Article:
Anesthetized (50 mg/kg sodium pentobarbital IP) male Sprague-Dawley rats (Japan SLC, Hamamatsu, Japan), 9 to 10 weeks of age (350 to 400 g), were artificially ventilated and thoractomized. Procedures were performed according to SPring-8 guidelines for the care and welfare of experimental animals. The heart was continuously irrigated while the apex was raised by a manipulator paddle and restrained by 2 superficial sutures in the LV to minimize vertical movements. Pressure-volume loops were recorded from an apically inserted 1.4F micromanometer (SPR-671 Millar Instruments) and a 1.5F conductance catheter (S-I Medico-tech Co Ltd, Osaka)10 to determine the temporal sequence of cardiac events and heart rate (determined from end-diastole [ED] interval).
X-Ray Diffraction With Collimated Synchrotron Radiation
Measurements were conducted at the 40XU beamline of SPring-8.6 A collimated quasimonochromatic beam (wavelength, 0.08 nm) with a beam flux of ≈1012 photons per second (15 keV; ring current, 60 to 100 mA) and dimensions 0.2 × 0.2 mm was focused at an oblique tangent to the myocardium (≈3 m from the detector). The ventilator was stopped at end-expiration to reduce heart movements during measurements (≈2.1 seconds). Images were digitally recorded at a 15-ms sampling interval with the use of an image intensifier and a fast CCD camera,6 simultaneous with pressure-volume analog signals (1000-Hz sampling frequency). The beam passed through the apical myocardium between the ends of the descending branch of the left coronary artery (LAD) and the posterior interventricular vein. Final burning of the recorded region (higher energy levels) confirmed that the beam only exposed fibers in the epicardium and part of the intermediate layer (histological inspection).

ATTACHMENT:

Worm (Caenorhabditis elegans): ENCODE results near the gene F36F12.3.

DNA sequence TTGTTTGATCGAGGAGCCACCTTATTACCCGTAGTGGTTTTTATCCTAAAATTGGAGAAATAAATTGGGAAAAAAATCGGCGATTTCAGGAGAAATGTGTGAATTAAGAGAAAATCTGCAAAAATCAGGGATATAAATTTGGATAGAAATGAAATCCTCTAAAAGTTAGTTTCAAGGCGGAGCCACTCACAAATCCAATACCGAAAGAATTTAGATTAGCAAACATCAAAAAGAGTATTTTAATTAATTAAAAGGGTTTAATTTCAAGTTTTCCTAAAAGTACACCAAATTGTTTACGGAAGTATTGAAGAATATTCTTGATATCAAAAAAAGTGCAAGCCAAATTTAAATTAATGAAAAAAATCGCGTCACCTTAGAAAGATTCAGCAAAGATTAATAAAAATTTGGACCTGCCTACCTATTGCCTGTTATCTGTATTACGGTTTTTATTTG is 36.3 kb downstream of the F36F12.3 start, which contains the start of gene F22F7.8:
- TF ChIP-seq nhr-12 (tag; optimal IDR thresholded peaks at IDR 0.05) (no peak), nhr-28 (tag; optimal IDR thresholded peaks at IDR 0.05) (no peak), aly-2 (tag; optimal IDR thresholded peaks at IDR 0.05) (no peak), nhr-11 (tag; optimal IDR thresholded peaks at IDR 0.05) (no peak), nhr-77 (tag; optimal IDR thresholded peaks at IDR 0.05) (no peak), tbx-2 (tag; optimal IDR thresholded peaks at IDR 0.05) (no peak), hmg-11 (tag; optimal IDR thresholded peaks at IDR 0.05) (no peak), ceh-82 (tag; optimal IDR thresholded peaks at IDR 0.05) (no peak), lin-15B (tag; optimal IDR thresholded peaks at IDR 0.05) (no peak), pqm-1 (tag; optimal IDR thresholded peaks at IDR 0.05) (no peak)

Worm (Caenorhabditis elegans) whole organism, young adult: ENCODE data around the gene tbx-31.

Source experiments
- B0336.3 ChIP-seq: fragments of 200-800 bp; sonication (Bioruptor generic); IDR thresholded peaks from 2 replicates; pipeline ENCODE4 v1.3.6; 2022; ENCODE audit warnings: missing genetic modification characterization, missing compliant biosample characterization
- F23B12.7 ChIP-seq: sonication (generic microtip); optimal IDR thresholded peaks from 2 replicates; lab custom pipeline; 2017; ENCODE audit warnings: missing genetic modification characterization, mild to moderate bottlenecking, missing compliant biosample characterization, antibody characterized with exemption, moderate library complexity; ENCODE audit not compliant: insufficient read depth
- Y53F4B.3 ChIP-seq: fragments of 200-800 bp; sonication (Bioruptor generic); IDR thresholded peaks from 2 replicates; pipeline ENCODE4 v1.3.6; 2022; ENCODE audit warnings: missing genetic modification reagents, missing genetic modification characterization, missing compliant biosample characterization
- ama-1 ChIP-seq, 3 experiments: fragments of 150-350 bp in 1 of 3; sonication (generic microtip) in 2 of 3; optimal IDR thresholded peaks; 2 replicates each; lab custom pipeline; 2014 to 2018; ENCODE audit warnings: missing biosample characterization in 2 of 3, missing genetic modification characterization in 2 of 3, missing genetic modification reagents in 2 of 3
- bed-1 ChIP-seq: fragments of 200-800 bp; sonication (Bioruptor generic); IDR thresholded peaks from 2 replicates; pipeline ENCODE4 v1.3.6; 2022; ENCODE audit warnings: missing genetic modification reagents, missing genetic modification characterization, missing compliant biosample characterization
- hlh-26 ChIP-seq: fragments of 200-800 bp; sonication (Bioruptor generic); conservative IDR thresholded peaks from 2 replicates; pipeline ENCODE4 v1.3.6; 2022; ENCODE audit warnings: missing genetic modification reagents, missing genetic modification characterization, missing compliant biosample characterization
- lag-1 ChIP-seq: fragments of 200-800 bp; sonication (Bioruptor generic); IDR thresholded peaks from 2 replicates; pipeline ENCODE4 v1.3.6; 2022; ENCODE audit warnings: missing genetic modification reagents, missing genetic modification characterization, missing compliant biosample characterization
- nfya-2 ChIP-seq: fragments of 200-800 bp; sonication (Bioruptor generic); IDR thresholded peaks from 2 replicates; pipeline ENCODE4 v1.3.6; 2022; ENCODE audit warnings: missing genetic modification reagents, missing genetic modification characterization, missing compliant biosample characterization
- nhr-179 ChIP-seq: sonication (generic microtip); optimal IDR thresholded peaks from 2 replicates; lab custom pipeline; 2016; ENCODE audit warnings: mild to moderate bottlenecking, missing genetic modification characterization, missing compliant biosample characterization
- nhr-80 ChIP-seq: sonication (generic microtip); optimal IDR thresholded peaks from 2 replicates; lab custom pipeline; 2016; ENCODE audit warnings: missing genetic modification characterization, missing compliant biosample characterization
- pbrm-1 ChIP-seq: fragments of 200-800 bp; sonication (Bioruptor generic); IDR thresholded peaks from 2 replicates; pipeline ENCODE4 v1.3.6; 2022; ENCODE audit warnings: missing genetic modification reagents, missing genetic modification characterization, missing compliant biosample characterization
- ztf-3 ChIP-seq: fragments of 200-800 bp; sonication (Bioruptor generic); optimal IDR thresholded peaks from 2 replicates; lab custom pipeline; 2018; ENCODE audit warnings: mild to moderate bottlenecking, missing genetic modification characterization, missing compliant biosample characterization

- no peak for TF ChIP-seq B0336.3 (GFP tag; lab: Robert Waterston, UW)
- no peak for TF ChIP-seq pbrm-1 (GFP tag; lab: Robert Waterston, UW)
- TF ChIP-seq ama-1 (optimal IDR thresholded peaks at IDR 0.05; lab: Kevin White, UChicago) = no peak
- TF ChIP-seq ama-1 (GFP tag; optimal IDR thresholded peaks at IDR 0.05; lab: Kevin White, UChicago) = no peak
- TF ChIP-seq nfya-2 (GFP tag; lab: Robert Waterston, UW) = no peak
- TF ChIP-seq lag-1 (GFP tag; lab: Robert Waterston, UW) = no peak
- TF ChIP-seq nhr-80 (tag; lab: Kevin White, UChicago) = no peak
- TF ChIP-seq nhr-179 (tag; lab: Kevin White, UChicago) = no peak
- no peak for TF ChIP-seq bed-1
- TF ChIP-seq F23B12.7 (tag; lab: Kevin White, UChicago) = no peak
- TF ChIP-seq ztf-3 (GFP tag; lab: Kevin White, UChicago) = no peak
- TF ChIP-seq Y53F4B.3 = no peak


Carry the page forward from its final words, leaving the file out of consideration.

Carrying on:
Acute Ischemia Treatment
Heart baseline recordings were established, permanent ligation of the proximal LAD was performed, and recordings were repeated 5 to 10 minutes later.
Intensity Ratio Calculations and Analyses
Integrated intensity of I1,0 and I1,1 was determined from the areas under the reflection peaks after background subtraction.6 Intensity ratio (I1,0/I1,1) was used rather than absolute reflection intensities of I1,0 and I1,1,, which are influenced by changes in the quantity of fibers sampled during contractions.3 Myosin mass transfer index was defined as the difference in intensity ratio between ED and end systole (ES).
Mass Transfer and Lattice Spacing in Nonischemic Hearts
Intensity ratio significantly decreased during systole (increase in LV pressure [LVP] and decrease in LV volume [LVV]) and conversely, increased during diastole under the baseline rhythm (Figure 1a). Averaging intensity ratio over multiple beats reduced variability during diastole in the otherwise sinusoidal patterns (black lines, Figure 1b). With regard to time, d1,0 spacing increased continuously during systole and then decreased during diastole, suggesting that considerable changes occur in the myofilament spacing (red line, Figure 1b).
Intensity ratio averaged 2.80±0.11 (SEM, n=13 hearts) at ED, and the average myosin mass transfer index was 1.71±0.09. In all hearts, the decrease in intensity ratio during crossbridge formation was completed before the full extent of the d1,0 spacing change (2 to 5 nm between hearts, Figure 2a). Furthermore, at any given LVV, the d1,0 spacing during systole was 1 to 2 nm larger than diastole (Figure 2b).
Mass Transfer and Lattice Spacing During Regional Ischemia
LAD occlusion reduced the intensity ratio change and prevented normal lattice spacing increase, consistent with reduced contractility of the ischemic region (Figure 1, c and d). Occlusion significantly increased intensity ratios at both ED (P<0.05) and ES (P<0.001) in the same LV region (n=6, Figure 2c). Although mean heart rate was not depressed (341±16 bpm, 4% increase) and there was only a small decrease in mean LV ES pressure (−26.9±5.8 mm Hg SEM), regional ischemia severely depressed the mass transfer index (55% of baseline).